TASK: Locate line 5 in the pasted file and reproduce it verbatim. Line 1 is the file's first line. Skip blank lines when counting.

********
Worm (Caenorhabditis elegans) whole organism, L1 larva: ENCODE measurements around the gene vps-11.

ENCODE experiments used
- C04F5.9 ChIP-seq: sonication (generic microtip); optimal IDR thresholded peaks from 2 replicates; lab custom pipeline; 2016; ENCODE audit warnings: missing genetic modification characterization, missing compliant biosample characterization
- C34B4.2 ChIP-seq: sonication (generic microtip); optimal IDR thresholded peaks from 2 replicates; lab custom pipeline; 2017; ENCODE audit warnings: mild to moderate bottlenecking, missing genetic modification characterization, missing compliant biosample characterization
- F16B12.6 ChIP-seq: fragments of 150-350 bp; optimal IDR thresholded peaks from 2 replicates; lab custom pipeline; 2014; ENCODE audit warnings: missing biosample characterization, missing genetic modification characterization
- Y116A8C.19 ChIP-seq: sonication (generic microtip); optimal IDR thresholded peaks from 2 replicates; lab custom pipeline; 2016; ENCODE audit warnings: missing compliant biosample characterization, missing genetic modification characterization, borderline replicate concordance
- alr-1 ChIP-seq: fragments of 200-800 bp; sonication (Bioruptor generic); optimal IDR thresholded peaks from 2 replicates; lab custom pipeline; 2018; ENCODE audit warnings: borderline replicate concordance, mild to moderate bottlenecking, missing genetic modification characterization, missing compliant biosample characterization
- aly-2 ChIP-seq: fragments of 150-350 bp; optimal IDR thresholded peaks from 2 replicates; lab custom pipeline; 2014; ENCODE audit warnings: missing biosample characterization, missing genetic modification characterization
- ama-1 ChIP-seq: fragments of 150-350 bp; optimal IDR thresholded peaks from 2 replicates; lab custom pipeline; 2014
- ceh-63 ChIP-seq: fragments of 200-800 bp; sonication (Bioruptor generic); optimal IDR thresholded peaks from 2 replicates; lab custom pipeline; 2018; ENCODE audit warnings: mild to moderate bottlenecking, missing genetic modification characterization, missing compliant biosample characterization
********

- F16B12.6 ChIP-seq: fragments of 150-350 bp; optimal IDR thresholded peaks from 2 replicates; lab custom pipeline; 2014; ENCODE audit warnings: missing biosample characterization, missing genetic modification characterization